Baker learns from ‘man’s best friend’
Business and financial troubles in 2011 led Tom Baker into an abyss of worry, and for more than a year he could not find a way out of the darkness.
A “perfect storm” of circumstances impacted his once-thriving television production business, diminishing his work by a third, leaving him owing creditors, his employees and ultimately, the IRS.
“I owed at least $200,000,” said the television producer/writer/editor. “I kept my employees on, thinking the business would come back.
“I couldn’t pay them — they had trusted me — and it ate me alive.”
Baker really bottomed out when the IRS became aware of his failure to keep up with his business taxes.
Realizing at that point the IRS “could take everything … that is when I fell apart.”
Baker sunk into “chronic worry.”
“I lost 30 pounds, and just went into a pit. But, worse than that, I disengaged from my family [which includes his wife, Michelle, and four children].
“Michelle tried desperately to help me, and kept telling me to ‘give it to God.’ I would do that, but seven seconds later, I would take it right back.”
A Sunday school teacher at CUMC, where he plays drums in the worship band, Baker knew turning to his faith was the right solution.
“But I felt I didn’t deserve to be happy,” he said. “I have always been a believer, but I didn’t believe what God said, that He truly is out for my best interest.”
About a year into this spiral, Baker began noticing the demeanor of one of the family’s dogs.
Mango, a mixed breed, had been part of the Baker household prior to what he now refers to as “a crisis of trust.”
“As I started watching her, [I noticed] she was happy, all the time,” he said.
“I believe God put dogs here to give us a glimpse of Him,” Baker added. “But also, to teach us how to live.
“They show loyalty, patience, forgiveness, how to relax, how to submit, and they also show unconditional love.
“By watching Mango, I started understanding how to live again.”
In Mango, Baker said he saw some clear-cut character traits that helped him see his circumstances from a different perspective.
“Dogs live for now,” he said. “They don’t live in yesterday, and don’t consider tomorrow. I did everything but that.”
Car rides were eye-openers too.
“When I let her go in the car, it was her best day ever,” he said. “She would put her nose against the window to take it all in, and wanted us to roll the window down so she could take it all in, and experience all of it.”
Baker said he also was touched by Mango’s “servant’s heart.”
“They are one of the few creatures who love others more than themselves.”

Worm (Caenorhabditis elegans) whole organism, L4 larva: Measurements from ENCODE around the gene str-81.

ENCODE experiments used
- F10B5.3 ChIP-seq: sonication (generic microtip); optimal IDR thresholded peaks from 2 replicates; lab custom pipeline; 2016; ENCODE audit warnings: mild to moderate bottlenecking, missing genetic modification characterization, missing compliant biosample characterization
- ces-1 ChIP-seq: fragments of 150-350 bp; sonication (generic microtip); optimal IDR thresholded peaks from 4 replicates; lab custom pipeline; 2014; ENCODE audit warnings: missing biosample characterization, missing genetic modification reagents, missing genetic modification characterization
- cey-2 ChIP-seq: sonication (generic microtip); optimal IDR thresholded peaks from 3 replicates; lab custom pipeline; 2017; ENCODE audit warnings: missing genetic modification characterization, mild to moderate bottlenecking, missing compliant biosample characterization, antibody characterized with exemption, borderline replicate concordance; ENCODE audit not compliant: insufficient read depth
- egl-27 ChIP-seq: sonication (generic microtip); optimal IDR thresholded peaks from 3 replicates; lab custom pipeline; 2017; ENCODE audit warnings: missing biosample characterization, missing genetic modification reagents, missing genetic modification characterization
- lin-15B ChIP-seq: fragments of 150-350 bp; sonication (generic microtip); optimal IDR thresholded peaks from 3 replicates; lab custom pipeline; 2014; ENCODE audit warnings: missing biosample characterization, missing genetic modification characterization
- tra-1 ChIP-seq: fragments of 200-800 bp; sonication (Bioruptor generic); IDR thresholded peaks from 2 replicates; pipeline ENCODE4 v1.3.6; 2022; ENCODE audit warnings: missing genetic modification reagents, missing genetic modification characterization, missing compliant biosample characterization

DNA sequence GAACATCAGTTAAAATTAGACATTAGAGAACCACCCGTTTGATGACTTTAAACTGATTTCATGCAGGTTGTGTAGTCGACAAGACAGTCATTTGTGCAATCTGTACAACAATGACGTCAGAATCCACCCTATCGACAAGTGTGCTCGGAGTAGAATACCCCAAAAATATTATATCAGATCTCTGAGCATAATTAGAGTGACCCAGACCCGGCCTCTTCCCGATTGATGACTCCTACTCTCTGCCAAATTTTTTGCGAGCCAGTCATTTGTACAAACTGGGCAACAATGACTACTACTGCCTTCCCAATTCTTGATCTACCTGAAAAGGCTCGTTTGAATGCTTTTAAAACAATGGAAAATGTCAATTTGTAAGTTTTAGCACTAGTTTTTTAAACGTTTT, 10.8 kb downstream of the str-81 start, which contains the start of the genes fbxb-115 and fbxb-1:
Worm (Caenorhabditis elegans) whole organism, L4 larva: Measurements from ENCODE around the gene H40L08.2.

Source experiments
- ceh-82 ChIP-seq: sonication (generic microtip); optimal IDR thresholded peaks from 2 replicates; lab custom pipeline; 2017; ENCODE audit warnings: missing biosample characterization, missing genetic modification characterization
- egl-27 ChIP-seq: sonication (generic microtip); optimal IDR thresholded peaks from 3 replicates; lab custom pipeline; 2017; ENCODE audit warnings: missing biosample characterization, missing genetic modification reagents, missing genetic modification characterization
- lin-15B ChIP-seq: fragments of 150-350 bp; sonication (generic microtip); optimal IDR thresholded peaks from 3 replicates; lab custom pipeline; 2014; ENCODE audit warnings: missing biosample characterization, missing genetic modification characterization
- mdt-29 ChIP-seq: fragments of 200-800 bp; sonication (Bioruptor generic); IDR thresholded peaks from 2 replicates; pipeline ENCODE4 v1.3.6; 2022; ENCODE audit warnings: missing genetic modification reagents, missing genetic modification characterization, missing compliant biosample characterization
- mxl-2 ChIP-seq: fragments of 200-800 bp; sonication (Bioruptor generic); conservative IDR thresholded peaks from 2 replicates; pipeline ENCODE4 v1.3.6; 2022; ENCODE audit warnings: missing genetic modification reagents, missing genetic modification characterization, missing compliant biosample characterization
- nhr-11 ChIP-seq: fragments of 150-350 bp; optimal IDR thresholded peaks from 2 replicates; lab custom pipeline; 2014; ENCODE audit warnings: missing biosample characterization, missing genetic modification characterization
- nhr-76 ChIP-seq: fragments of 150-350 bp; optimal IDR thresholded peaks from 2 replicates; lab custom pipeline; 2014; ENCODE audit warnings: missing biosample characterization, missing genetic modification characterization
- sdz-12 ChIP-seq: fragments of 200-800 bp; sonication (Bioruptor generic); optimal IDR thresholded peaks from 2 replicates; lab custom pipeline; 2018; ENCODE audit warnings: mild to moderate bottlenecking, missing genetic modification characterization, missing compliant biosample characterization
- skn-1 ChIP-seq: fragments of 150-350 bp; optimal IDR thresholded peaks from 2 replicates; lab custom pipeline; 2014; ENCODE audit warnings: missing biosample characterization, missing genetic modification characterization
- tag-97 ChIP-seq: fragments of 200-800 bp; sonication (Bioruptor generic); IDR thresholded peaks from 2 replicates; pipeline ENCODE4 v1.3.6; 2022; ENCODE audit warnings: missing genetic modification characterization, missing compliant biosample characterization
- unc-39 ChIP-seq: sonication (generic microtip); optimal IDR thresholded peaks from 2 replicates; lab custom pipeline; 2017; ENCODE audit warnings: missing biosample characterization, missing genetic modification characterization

He said it was a gradual shift, over about a six-month time frame, that led him to “an overwhelming peace and contentment in my situation.”
Baker said his transformation occurred as his business still struggled.
“That experience and struggle became one of the best things that has ever happened to me. It would be too easy to have found peace after it recovered. I got to see God work — just not in the ways I expected.”
He began to record his revelations over time, and had the idea to write from Mango’s perspective.
That led to Baker’s book, “One Dog’s Faith: How my dog helped me trust in God and overcome chronic worrying.”
“I started to see the joy and love of this silly dog that had been trying to help me. Though I believe God’s spirit and nudging, I began to talk about and write about it through Mango’s perspective,” he said.
Baker said it took about four years to finish the book, and he vacillated between whether to publish it or not. But, thinking it might somehow be able to help others, he forged ahead.
“My goal is to impact those who are struggling with a hopeless outlook — [those who are] worrying about things not looking great, and who are losing sleep over a problem that might very well be the greatest thing that could happen.”
Baker saw the book published last fall. It has been sold locally at Farragut Pharmacy and Cedar Springs Christian Store; it also is available on Amazon, Barnes and Noble.com and Cokesbury.com.
The book has received endorsements from local pastors, radio and TV host Hallerin Hill, country music singer Louise Mandrell and gubernatorial candidate Randy Boyd, former state Commissioner of Economic and Community Development.
It also was recently featured on a Today Show segment — and Baker is being interviewed by The Hallmark Channel after the first of the year.
In addition to his work as owner of Cobblestone Entertainment, Baker has a weekly radio talk show.
“I am just so passionate about spreading the joy I have found,” he said. “It is all about hope.”